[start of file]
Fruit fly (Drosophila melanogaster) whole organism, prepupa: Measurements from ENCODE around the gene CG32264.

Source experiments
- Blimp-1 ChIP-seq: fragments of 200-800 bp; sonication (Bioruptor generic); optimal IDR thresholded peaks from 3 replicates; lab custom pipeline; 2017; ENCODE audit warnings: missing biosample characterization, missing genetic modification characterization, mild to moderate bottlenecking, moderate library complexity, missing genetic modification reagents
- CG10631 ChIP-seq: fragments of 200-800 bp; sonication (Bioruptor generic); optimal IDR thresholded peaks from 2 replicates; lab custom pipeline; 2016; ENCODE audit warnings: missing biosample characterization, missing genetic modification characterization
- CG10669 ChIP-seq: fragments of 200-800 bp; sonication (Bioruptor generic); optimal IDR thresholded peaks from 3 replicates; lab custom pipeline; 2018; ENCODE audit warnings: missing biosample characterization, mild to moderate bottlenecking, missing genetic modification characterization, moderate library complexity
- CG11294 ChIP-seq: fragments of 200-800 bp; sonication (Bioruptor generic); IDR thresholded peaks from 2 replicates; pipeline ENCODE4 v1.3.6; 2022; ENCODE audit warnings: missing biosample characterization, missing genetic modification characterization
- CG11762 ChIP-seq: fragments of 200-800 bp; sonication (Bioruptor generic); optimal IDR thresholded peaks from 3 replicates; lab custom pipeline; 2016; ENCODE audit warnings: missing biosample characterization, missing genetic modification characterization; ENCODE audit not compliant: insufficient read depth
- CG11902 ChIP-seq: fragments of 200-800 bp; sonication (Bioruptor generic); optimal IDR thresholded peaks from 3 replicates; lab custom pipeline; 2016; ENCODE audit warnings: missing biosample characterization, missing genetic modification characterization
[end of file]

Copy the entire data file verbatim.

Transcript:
Fruit fly (Drosophila melanogaster) whole organism, prepupa: Measurements from ENCODE around the gene CG32264.

Source experiments
- Blimp-1 ChIP-seq: fragments of 200-800 bp; sonication (Bioruptor generic); optimal IDR thresholded peaks from 3 replicates; lab custom pipeline; 2017; ENCODE audit warnings: missing biosample characterization, missing genetic modification characterization, mild to moderate bottlenecking, moderate library complexity, missing genetic modification reagents
- CG10631 ChIP-seq: fragments of 200-800 bp; sonication (Bioruptor generic); optimal IDR thresholded peaks from 2 replicates; lab custom pipeline; 2016; ENCODE audit warnings: missing biosample characterization, missing genetic modification characterization
- CG10669 ChIP-seq: fragments of 200-800 bp; sonication (Bioruptor generic); optimal IDR thresholded peaks from 3 replicates; lab custom pipeline; 2018; ENCODE audit warnings: missing biosample characterization, mild to moderate bottlenecking, missing genetic modification characterization, moderate library complexity
- CG11294 ChIP-seq: fragments of 200-800 bp; sonication (Bioruptor generic); IDR thresholded peaks from 2 replicates; pipeline ENCODE4 v1.3.6; 2022; ENCODE audit warnings: missing biosample characterization, missing genetic modification characterization
- CG11762 ChIP-seq: fragments of 200-800 bp; sonication (Bioruptor generic); optimal IDR thresholded peaks from 3 replicates; lab custom pipeline; 2016; ENCODE audit warnings: missing biosample characterization, missing genetic modification characterization; ENCODE audit not compliant: insufficient read depth
- CG11902 ChIP-seq: fragments of 200-800 bp; sonication (Bioruptor generic); optimal IDR thresholded peaks from 3 replicates; lab custom pipeline; 2016; ENCODE audit warnings: missing biosample characterization, missing genetic modification characterization